Wednesday, January 30, 2013

The Misfunderstandings Continue

My favorite part of comic misunderstandings is right when both parties have committed to the misunderstanding. In this piece, Peter cements his misunderstanding of Kenny and Sam, and Kenny locks in on thinking Peter is a negligent pothead. What this moment does is it sets us, the audience, into the role of watching the comic tragedy start to shift into focus. "Oh," we say. "Something is going to go wrong because he thinks this thing that is wrong."

The fundamental misunderstanding between two parties is the basis for lots of comedy. Why is Fawlty Towers funny? Because Basil thinks the wrong guests are hotel inspectors. Watching a character who thinks they are right do things while being so hideously wrong amuses us because the character has reached their incorrect conclusion often due to some fault of their own. In this case, it is less a character flaw in Kenny and Peter that lead to this misunderstanding, and more just different parcels of information. Either way, today's fiction is below the fold, and the table of contents is here.

* * *

“I don’t ask for a lot Kenny,” I said mid-compression. “But, right now, I am asking with all my will: Shut up.”

I’m not sure where things went from manageable to terrible. I think it was about the point that Kenny started screaming: “This wouldn’t have happened if his dad wasn’t a pothead.”

Kenny did have a point there. We had specifically asked about allergies. No one wrote down: “May die if near junk food, any sort.” So, naturally, when he started wheezing we just thought it was asthma or puberty or something. It wasn’t until he fell over that Kenny thought we should elevate the situation to “We should do something.”

So, here I was, pumping some kid’s chest and trying to remember how CPR worked. The only thing I really knew about CPR was that if you did it right, you could sneak a kiss from a hot lifeguard. Kenny had told me to try it once. And by told me, I mean he pushed me off the diving board. The lifeguard who rescued me was named Kyle. Kenny never forgave himself.

Kenny made himself useful at the phone; some of the moms were running interference keeping their kids away. I could hear what Kenny was going to say after this: “If that kid lives, you’re a hero. You could have your pick of any of the moms that saw you save the day.” Kenny said he had a talent for spotting opportunity.

I was relieved when people who knew what they were doing stormed the building and pulled me aside. The rest of the night was a blur. The insurance forms; Kenny’s dad answering questions all night long. I don’t even know what time it was when the dad came slinking back in to the alley. Kenny was in a forgive-and-forget mood.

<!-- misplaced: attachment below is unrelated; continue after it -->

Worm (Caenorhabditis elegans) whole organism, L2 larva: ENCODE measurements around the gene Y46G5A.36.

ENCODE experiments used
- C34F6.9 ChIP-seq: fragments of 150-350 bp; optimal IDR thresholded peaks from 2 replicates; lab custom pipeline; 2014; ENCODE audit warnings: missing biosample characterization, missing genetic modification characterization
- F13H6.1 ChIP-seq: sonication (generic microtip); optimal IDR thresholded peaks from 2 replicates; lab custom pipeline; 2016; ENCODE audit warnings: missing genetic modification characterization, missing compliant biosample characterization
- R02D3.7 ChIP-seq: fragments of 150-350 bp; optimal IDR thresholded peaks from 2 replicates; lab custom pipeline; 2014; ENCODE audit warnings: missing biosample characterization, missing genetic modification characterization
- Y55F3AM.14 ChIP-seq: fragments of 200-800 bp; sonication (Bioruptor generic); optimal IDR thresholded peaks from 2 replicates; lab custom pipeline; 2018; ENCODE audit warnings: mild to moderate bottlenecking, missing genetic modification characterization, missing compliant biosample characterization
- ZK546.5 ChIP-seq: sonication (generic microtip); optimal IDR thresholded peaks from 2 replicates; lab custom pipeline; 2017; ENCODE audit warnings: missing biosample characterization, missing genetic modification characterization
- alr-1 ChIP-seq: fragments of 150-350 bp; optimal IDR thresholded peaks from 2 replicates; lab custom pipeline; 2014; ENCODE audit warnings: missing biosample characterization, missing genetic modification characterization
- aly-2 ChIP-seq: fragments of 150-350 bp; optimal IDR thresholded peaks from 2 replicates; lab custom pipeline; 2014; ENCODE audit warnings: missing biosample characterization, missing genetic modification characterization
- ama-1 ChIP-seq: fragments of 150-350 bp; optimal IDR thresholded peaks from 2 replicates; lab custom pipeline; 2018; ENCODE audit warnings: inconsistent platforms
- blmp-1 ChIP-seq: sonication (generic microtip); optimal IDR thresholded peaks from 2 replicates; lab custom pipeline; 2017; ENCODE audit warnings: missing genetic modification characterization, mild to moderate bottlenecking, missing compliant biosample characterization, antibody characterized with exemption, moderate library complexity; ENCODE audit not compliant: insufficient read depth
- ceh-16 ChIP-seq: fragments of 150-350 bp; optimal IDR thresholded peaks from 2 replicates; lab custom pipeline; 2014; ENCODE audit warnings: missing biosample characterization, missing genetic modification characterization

“How’s the kid,” He asked.

“I don’t know how to thank you two enough,” He said. “He’s never had a reaction like that to anything before.”

“Glad that we could help,” I said. I kind of left it hanging in the air, hoping he’d thank us again and leave.

“I’d like to try and thank you,” He said reaching into his pocket. “Look, I work at a bank. I had one of my assistants pull some strings and see what you folks are paying for this place. I can get you a much better rate, and even a loan to expand if you want.”

I took his Wells Fargo business card and tucked it into my pocket. “That’s very kind of you.”

“One more thing,” He said. “If you feel comfortable being out together, there’s a charity event my bank is cosponsoring. Come as my guests, I’ll introduce you to the bigwigs.”

“I’m not that ashamed of Kenny,” I said, taking the tickets. Bigwigs meant networking, which meant job opportunities. He threw his arms around my neck and started to cry. Kenny came over to help him sit down and hand him a napkin to blow his nose.

“Thank you,” Peter said. He pushed himself to his feet, wiped his nose, and patted us on the shoulders. “I can’t ever thank you enough.”

Kenny started to walk him to the door. “There’s one thing you can do, at least until your kid grows up: Go straight. It ain’t doing him any good to have a dad with your problems.”

Peter screwed his eyes up. “I am straight.”

“There are support groups,” Kenny said. “For your kid’s sake.”

Peter was on the other side of the door as Kenny was closing. He gave us a half-hearted wave as he walked away, looking more confused than sad. I couldn’t really blame him, I guess. I’d find it pretty hard to face life if I screwed up so bad that Kenny was telling me to make better life choices and give up pot.

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